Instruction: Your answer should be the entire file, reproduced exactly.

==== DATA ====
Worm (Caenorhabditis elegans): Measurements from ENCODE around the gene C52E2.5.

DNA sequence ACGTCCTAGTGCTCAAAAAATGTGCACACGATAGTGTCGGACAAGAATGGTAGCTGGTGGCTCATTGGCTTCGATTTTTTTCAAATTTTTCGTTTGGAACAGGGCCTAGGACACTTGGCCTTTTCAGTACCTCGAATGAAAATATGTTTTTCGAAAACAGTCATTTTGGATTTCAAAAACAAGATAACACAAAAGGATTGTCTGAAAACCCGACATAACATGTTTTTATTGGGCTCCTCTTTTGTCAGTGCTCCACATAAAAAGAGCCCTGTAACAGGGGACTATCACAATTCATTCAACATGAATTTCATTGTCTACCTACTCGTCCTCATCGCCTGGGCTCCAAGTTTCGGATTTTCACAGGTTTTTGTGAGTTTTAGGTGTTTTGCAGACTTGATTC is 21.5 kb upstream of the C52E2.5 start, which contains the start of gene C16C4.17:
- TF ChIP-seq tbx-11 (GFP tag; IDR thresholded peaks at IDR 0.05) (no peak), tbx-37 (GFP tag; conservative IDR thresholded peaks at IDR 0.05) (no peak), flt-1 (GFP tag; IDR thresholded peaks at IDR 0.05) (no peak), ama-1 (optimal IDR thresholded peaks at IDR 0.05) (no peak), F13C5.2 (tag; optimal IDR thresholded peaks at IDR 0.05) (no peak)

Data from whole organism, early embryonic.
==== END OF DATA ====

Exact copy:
Worm (Caenorhabditis elegans): Measurements from ENCODE around the gene C52E2.5.

DNA sequence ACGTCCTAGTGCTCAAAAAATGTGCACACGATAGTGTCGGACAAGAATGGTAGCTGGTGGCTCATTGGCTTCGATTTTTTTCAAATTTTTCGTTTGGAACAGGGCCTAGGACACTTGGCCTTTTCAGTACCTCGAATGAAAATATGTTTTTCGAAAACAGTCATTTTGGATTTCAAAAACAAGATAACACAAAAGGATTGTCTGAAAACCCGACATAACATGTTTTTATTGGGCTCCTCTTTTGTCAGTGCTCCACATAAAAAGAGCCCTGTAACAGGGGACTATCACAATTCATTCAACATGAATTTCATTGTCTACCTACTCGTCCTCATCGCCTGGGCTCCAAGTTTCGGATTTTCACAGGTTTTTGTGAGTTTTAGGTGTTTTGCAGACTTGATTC is 21.5 kb upstream of the C52E2.5 start, which contains the start of gene C16C4.17:
- TF ChIP-seq tbx-11 (GFP tag; IDR thresholded peaks at IDR 0.05) (no peak), tbx-37 (GFP tag; conservative IDR thresholded peaks at IDR 0.05) (no peak), flt-1 (GFP tag; IDR thresholded peaks at IDR 0.05) (no peak), ama-1 (optimal IDR thresholded peaks at IDR 0.05) (no peak), F13C5.2 (tag; optimal IDR thresholded peaks at IDR 0.05) (no peak)

Data from whole organism, early embryonic.